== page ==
Enrol
12.12.2018 at 12:00 - 3.1.2019 at 23:59

Timetable

Here is the course’s teaching schedule. Check the description for possible other schedules.

DateTimeLocation
Tue 8.1.2019
12:15 - 15:45
Wed 9.1.2019
12:15 - 15:45
Thu 10.1.2019
12:15 - 15:45
Wed 16.1.2019
09:15 - 11:45
Wed 23.1.2019
09:15 - 11:45
Wed 30.1.2019
09:15 - 11:45
Wed 6.2.2019
09:15 - 11:45

Material

Reading assigments (First part)

I) Two chapters from M. H. Luther & D, Wiebe (eds), Religion Explained? The Cognitive Science of Religion After Twenty-five Years (Routledge 2017): 1) Chapter 7 (“The Long Way from the Cognitive Science to History: To Shorten the Distance and Fill in the Blanks,” by P. Pachis and O. Panagiotidou); 2) Select the second chapter from the volume according to your interest. You can read the chapters online at Helsinki University Library (HELKA)
II) I. Czachesz, “Evolutionary theory on the move: New perspectives on evolution in the cognitive science of religion.” Filosofia Unisinos: Unisinos Journal of Philosophy 19 (3): 63–71. (Pdf attached)
III) E. Kundtová & A. Geertz, “Ritual and Embodied Cognition”. R. Uro et al. (ed.), The Oxford Handbook of Early Christian Ritual (OUP 2018), 74–94. Online version at Helsinki University Library (HELKA)

Description

  • to recognize the key issues, topics and approaches in the field of the Cognitive Science of Religion and their relevance for the historical and ethnographic study of religion
  • to analyze how empirical and scientific methods are complementing more traditional humanities approaches and how methodological pluralism sheds light on religion in contemporary society
  • to describe and compare the nature of the theories and approaches discussed in the course
  • to develop observations abilities and to apply and test theoretical knowledge in the field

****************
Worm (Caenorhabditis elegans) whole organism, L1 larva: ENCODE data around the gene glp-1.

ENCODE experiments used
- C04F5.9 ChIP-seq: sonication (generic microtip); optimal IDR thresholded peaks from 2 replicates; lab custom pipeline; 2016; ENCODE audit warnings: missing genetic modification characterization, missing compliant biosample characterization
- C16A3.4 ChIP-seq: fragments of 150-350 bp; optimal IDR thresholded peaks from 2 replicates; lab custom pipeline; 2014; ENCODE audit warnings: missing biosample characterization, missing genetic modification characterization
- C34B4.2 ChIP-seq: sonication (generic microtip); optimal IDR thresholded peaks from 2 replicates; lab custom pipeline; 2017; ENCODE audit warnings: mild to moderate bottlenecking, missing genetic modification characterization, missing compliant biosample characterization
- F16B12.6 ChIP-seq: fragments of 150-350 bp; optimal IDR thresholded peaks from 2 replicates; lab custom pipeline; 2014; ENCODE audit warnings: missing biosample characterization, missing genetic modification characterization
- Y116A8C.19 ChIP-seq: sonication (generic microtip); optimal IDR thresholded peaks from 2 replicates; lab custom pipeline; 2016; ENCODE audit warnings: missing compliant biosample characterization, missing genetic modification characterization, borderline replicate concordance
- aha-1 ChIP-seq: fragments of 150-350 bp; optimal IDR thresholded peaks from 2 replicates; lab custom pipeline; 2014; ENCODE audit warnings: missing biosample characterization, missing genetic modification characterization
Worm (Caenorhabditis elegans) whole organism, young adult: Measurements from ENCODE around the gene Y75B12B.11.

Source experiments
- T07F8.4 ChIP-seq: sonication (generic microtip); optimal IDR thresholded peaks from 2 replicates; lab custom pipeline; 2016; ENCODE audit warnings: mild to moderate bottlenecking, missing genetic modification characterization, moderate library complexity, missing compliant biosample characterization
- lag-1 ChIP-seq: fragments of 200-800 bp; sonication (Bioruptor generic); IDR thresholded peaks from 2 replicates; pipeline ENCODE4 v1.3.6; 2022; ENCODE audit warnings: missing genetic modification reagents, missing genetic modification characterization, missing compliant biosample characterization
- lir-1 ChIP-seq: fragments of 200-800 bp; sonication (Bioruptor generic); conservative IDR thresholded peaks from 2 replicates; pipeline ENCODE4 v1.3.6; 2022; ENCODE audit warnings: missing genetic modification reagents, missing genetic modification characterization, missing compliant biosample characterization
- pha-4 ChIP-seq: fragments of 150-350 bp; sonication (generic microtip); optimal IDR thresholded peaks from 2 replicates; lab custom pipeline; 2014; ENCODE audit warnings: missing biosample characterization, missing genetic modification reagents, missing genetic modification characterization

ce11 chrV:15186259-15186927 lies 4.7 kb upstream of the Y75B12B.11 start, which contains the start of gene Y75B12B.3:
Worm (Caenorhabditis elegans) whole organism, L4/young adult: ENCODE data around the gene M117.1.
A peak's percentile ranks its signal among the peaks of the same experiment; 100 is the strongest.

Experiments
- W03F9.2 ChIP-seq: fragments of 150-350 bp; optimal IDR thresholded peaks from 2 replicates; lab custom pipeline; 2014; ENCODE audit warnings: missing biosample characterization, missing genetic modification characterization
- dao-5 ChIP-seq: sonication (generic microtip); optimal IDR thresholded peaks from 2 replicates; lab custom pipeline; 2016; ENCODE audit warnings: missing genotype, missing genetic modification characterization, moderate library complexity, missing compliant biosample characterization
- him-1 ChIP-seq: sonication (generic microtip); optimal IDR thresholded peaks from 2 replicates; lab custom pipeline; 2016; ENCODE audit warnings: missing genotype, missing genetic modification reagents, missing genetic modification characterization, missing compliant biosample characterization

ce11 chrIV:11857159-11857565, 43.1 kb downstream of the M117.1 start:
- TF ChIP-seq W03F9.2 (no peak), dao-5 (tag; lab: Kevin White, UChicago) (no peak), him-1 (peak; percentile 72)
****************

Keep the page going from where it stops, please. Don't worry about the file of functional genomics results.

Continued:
• to apply methods discussed in the course to analyze historical or ethnographic materials, depending on students’ respective study interests

The course work consists of reading assignments, fieldwork practices, and a final paper assignment.

Reading assignments: Students will read a selection of assigned articles and book chapters. A short reading diary entry has to be submitted on each assignment before the respective meeting. Detailed instructions on writing a reading diary will be provided. One page on each assignment is sufficient. Familiarity with the assignments and their main points will be expected in the lectures and discussions. The course meetings will be interactive, including both introductory presentations on the key subjects of the day and ample room for discussing questions, critical points, and ideas.

Fieldwork practices: Students will develop observation skills, first with using examples in the classroom, and then in the field through participatory observation in some religious community. Detailed instructions will be given during the course.

Final essay/reflection paper: A short final paper (5–7 pages) in which a selected cognitive theory or perspective is applied to historical or ethnographic materials. Help with choosing a topic and theory/perspective for the paper will be provided during the course meetings. The essay can be written in English or Finnish.

A list of articles and book chapters for reading assignments will be made available on the course website.